March 6 - 8, 2017 | Berlin
LEADING ENGINEERING SIMULATION CONFERENCE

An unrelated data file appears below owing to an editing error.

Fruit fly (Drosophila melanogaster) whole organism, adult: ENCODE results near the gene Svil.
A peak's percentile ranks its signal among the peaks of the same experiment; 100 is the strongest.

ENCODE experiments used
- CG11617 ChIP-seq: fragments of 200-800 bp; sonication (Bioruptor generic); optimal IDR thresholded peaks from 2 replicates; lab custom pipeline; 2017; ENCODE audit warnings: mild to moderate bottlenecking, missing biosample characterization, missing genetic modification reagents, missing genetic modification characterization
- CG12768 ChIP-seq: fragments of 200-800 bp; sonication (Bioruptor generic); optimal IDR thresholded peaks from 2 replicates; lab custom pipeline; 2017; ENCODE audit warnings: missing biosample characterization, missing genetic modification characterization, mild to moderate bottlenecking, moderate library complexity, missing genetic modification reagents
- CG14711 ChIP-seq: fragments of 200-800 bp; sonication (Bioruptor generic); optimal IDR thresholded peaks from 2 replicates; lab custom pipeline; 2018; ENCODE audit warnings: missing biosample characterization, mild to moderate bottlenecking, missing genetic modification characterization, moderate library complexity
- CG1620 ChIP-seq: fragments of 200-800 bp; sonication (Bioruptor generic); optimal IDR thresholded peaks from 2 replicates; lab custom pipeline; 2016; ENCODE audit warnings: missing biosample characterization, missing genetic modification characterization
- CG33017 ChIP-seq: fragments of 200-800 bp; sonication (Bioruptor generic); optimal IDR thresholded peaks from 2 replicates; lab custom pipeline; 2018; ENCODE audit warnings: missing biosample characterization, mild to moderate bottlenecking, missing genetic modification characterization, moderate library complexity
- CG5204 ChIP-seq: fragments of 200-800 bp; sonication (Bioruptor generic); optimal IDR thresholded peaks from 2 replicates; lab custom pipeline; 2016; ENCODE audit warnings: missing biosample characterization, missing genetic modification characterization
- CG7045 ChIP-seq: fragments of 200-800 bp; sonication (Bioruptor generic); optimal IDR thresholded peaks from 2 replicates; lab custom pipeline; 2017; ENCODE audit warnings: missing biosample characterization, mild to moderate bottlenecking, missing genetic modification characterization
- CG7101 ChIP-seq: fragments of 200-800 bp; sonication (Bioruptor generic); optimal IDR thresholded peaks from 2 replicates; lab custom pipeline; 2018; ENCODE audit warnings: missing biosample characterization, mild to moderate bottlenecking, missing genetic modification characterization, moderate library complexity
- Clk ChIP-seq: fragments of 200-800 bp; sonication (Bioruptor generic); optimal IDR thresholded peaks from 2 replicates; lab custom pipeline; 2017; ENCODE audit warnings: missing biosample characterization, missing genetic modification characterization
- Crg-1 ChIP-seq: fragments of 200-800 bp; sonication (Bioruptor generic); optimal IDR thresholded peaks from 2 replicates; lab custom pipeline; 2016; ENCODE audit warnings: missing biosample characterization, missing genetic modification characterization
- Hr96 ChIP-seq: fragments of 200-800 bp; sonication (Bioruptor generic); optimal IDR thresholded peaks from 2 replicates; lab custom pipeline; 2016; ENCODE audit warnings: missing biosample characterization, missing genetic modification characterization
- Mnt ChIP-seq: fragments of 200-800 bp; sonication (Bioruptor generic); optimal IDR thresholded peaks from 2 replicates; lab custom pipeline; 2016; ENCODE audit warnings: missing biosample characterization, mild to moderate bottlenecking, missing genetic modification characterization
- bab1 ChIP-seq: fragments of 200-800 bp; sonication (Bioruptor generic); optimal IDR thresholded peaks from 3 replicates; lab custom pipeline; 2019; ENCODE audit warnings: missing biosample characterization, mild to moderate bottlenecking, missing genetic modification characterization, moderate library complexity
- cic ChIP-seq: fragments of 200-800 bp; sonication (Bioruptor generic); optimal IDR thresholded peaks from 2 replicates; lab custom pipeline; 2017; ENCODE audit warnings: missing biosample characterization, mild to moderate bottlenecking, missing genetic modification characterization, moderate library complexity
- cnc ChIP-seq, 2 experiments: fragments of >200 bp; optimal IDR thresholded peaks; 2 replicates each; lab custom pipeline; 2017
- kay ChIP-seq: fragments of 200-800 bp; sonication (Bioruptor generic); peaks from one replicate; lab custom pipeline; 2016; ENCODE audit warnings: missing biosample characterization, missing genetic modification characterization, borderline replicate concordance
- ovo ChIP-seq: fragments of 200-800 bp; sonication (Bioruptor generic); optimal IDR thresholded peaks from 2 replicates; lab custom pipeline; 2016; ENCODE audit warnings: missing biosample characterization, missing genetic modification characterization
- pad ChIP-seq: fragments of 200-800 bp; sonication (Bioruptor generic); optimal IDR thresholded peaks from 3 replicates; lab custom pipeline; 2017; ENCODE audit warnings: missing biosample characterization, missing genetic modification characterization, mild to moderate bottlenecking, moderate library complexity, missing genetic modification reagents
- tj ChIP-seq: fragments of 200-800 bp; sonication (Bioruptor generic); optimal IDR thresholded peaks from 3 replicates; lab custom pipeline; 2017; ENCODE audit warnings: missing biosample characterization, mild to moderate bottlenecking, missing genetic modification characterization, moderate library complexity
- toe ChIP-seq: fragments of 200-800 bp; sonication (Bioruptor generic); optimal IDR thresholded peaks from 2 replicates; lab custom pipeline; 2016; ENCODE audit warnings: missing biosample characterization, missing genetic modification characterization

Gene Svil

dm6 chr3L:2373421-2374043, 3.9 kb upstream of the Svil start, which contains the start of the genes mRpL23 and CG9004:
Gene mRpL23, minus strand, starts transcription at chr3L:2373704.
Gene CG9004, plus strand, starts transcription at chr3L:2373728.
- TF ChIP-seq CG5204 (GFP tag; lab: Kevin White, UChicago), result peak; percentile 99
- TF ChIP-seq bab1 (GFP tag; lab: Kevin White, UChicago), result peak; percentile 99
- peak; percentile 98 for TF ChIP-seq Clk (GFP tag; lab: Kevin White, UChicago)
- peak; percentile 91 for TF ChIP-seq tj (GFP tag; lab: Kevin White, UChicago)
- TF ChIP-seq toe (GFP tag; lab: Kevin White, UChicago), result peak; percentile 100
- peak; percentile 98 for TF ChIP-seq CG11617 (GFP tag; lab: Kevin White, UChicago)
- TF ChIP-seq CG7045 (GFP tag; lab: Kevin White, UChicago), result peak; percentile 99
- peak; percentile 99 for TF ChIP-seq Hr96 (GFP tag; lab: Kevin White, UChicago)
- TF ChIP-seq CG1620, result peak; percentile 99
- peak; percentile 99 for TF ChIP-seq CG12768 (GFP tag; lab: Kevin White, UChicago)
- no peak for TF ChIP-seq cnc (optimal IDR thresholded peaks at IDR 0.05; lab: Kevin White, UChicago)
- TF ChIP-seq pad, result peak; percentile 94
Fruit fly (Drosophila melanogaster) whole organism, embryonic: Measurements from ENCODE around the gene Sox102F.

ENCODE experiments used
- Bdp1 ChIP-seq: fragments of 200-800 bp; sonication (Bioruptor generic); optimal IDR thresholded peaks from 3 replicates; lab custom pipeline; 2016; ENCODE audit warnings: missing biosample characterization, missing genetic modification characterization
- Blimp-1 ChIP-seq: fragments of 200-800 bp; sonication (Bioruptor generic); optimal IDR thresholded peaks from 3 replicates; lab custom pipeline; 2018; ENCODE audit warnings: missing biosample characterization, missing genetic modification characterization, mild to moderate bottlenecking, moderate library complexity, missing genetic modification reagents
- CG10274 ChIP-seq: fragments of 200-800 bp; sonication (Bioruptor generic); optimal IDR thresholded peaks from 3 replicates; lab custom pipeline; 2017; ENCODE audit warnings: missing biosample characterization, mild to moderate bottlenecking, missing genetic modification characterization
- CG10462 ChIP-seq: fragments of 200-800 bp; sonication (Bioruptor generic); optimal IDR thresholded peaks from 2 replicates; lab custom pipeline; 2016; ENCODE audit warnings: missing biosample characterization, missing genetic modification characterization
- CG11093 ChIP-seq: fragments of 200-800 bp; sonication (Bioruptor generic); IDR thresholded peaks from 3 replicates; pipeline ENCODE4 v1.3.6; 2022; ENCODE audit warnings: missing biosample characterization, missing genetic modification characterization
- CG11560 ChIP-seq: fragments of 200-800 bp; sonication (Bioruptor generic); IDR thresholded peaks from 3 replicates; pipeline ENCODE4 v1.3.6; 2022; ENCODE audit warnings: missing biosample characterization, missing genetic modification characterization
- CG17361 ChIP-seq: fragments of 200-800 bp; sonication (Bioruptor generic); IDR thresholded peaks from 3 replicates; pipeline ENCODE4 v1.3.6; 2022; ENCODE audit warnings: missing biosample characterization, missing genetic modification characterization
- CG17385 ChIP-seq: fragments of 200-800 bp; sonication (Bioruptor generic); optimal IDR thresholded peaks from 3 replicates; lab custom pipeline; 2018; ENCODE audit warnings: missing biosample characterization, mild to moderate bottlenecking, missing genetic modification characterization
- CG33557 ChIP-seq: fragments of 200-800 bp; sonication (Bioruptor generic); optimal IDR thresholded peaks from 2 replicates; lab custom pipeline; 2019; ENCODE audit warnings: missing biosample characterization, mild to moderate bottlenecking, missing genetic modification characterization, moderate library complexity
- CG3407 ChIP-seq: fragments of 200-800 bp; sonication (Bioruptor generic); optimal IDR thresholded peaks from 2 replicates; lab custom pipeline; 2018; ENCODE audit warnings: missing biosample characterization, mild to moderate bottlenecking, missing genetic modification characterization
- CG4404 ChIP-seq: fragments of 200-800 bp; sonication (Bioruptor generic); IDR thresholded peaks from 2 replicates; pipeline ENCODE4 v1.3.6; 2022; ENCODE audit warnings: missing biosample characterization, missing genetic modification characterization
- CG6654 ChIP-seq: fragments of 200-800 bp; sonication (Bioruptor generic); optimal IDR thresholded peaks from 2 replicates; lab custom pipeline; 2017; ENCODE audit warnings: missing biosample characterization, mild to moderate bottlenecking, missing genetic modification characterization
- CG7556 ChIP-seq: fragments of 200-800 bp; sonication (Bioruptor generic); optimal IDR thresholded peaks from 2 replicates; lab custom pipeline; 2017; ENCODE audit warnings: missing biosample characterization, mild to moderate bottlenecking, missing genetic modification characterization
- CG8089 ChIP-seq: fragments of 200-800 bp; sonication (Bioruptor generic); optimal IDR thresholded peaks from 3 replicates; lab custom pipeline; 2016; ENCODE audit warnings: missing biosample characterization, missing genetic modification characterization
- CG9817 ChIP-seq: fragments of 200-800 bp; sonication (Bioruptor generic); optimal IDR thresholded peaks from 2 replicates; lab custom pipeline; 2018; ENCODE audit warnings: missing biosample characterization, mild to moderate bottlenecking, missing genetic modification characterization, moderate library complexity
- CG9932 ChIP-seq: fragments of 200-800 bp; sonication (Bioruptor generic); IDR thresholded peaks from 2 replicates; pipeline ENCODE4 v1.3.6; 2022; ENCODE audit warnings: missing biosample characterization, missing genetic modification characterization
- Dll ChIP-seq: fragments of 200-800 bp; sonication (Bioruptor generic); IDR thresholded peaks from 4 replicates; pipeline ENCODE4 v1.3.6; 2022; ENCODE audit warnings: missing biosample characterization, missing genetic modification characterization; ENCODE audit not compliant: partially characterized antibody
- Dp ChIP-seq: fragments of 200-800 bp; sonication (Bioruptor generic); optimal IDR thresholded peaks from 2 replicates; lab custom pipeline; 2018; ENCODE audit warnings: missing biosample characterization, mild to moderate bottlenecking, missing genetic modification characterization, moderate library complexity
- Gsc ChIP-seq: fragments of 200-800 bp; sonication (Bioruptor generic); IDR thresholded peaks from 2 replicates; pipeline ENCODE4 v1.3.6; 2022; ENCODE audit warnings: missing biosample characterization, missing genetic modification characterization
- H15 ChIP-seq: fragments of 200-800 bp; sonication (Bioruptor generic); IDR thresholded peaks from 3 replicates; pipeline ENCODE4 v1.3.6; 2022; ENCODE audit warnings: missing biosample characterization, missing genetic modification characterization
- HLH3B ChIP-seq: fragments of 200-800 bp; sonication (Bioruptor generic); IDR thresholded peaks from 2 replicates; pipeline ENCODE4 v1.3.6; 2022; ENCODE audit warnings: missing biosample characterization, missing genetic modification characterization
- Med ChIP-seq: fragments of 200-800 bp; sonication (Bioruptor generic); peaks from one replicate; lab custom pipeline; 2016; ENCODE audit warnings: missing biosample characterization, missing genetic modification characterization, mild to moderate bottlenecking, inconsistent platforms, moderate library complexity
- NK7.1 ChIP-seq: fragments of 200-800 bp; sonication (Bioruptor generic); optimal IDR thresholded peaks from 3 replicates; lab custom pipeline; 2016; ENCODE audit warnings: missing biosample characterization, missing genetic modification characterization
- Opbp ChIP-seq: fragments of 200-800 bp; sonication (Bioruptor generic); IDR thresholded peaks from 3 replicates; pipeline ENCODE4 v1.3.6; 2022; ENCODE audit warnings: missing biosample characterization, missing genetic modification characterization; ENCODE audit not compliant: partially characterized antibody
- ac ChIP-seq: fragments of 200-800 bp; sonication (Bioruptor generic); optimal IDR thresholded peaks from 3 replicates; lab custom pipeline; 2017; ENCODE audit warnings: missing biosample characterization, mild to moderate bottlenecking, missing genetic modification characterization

With increasingly strict emissions legislation, an alternative to conventional fuel is natural gas. It is available in abundance, cheaper than Diesel and gasoline and most importantly, releases less greenhouse gases (CO2) during combustion due to higher H/C ratio. The dual fuel engine with natural gas as primary fuel and Diesel as secondary fuel for pilot injection is a promising concept for future reciprocating engines. However, due to slow flame propagation in leaner (Φ~0.6) fuel/air ratios, combustion remains incomplete releasing CO, formaldehyde, and unburnt CH4. One way to enhance flame propagation is to increase turbulent kinetic energy (TKE) near top dead center by optimizing piston bowl geometry and squish height. In this investigation, different piston bowl geometries and squish heights were modelled and TKE was investigated numerically with Star CD es-ice 4.26. For simulation, 1.4 million cells (at bottom dead center) grid was selected after grid independence test. Also, flame propagation was investigated for these geometric variations using the Progress Variable Model- Multi Fuel (PVM-MF) combustion model. The results show that increase TKE enhanced flame propagation in the combustion cylinder. In addition, the data show influence of various piston bowl geometric dimensions on in-cylinder flow and hence TKE.